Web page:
A few years ago I was conducting a strategic planning session for a client. During a chat with the CEO and board chairman prior to the on-site event I asked them who they were trying to reach. There was a long pause and then they replied, “Yes!”
I scratched my head at their answer and let them know maybe they didn’t understand my question. So again I asked, “Who are you trying to reach?” Once again they said, “Yes!” It turns out they were trying to be all things to all people in their state. It was a terrible business model. We spent quite a bit of time during the planning session honing in on specific segments they could reach. Now they have that question better answered and are thriving. Not by reaching the masses but by reaching the niches.
Why? Because niches lead to riches.
For example, Shawn Hanson, CEO of Marine Credit Union in Wisconsin, said recently on a blog about Top 100 Credit Unions,“ Develop a niche. Following the herd doesn’t work. One of the things you have to say ‘no’ to is being all things to all people.”
One of the traps many credit unions fall into is developing too broad of a niche. For example, several credit unions have the Millennial Generation as one of their target audiences. Even though getting younger as an institution is certainly a noble endeavor, focusing on the 18-35 segment is just too large. For example, within the Millennial Generation there are several subgroups, such as the Millennial Moms, DINKs (dual income, no kids) and HENRYs (highly educated, not rich yet).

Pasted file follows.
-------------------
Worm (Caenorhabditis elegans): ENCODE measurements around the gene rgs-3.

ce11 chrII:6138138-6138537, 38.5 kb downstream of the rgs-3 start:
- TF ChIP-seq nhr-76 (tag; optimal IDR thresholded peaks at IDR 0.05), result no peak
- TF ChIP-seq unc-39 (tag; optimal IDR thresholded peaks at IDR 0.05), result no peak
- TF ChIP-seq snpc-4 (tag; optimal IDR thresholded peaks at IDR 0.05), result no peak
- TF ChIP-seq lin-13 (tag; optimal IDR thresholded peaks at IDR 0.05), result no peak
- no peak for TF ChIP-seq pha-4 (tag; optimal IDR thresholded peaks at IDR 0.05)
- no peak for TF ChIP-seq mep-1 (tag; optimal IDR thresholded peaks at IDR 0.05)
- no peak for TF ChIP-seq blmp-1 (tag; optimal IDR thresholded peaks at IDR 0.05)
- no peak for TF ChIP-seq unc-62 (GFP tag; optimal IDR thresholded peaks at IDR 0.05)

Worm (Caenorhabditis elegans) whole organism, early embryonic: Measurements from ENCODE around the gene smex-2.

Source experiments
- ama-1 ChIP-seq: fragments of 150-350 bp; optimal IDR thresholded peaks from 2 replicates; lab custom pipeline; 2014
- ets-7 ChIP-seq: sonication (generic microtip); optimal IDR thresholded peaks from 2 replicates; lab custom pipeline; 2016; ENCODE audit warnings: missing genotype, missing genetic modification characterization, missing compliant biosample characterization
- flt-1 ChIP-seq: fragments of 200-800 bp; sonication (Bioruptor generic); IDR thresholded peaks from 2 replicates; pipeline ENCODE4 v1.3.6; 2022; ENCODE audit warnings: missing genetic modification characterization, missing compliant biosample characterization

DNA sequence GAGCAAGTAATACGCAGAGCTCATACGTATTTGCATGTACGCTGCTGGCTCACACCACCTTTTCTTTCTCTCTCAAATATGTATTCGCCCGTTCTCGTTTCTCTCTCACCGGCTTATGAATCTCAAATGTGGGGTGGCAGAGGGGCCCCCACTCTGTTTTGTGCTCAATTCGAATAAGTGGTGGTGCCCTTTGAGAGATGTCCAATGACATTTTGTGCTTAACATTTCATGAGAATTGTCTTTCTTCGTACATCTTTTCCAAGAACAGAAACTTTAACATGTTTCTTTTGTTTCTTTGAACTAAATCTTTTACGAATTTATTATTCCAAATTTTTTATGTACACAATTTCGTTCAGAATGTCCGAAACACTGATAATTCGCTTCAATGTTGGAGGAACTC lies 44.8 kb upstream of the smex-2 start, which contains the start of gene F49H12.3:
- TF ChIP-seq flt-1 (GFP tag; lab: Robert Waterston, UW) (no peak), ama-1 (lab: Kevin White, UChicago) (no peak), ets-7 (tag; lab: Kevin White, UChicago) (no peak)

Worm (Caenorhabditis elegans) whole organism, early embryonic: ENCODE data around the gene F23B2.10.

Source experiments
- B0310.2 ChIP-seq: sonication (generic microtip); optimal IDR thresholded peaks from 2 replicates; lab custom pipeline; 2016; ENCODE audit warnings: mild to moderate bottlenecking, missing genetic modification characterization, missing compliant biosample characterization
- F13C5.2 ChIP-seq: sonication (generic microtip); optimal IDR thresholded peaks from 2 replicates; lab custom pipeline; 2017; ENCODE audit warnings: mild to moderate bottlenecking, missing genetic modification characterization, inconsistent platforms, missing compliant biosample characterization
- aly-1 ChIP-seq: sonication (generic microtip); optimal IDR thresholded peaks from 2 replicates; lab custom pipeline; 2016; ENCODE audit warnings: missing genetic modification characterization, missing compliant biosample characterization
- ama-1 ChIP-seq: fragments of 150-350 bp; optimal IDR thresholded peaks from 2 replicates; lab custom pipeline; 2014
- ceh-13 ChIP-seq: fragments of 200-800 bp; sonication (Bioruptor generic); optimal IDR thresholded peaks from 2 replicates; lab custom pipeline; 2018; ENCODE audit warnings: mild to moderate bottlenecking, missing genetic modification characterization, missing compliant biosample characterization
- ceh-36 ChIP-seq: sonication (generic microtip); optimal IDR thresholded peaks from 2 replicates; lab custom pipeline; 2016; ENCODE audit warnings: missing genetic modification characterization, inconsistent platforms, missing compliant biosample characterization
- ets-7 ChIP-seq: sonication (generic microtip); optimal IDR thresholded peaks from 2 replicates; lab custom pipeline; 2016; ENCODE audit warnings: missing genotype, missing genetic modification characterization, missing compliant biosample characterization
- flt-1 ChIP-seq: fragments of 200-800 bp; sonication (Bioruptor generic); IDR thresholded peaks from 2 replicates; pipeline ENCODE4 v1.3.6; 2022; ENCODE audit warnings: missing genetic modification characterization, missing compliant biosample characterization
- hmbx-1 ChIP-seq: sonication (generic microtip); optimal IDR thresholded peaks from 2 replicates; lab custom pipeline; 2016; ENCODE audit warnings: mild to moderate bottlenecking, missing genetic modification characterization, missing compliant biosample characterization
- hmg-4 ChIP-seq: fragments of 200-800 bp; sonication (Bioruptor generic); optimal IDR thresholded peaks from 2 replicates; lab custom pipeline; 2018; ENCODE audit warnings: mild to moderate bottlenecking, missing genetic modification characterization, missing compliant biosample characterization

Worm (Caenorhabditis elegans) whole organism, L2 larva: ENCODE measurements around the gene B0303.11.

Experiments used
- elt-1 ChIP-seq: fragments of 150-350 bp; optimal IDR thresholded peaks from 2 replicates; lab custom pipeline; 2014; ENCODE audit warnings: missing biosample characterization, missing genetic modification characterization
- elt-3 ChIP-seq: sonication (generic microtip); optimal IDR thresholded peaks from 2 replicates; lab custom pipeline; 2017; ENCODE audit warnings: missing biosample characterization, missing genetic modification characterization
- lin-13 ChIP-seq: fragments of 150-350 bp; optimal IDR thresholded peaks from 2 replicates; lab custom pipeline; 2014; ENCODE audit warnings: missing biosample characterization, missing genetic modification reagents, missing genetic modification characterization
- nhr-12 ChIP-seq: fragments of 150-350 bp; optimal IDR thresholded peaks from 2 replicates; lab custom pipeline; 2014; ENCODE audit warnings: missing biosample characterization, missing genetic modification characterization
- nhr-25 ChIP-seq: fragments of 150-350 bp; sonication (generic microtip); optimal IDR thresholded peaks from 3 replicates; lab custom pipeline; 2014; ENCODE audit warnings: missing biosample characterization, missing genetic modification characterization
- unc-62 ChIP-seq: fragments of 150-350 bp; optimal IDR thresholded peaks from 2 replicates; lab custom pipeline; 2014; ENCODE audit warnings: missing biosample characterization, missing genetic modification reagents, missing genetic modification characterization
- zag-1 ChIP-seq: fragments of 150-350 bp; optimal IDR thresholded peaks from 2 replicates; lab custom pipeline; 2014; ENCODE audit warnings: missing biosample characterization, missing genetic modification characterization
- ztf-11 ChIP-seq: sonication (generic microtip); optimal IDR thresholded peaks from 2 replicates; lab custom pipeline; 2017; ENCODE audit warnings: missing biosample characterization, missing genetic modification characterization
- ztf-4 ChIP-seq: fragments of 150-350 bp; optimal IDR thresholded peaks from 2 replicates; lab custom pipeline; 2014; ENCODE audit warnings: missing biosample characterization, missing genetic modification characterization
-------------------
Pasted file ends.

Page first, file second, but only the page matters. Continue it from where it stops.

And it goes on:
When it comes to developing the best niches for your credit union keep these principles in mind:
- Limit targets to three or four—it’s okay to say “no.” In fact, when it comes to your targets make sure you reduce and don’t add.
- Remember your legacy—unless there is an external catastrophic event (for example, a plant or factory closing) one of your audiences should always be your original core group as a credit union. As the old saying goes, “remember to dance with who brung ya.”
- Combine research and gut feel—you certainly want to use analytics from as many points as possible (U.S. census, MCIF reports, psychographic information, etc.) but watch letting data drive every decision. Make sure you talk to people from your potential audiences so you know what really matters to them.
- Use an outside facilitator—when you get a group of people in the room to try and narrow your focus you will have a great deal of differing opinions. You will need an expert to make sure it is a team approach and that no one person’s opinion dominates.
Remember, branding is not about you: it’s about them (members and consumers). But it’s also not about ALL of them—it’s about particular niches.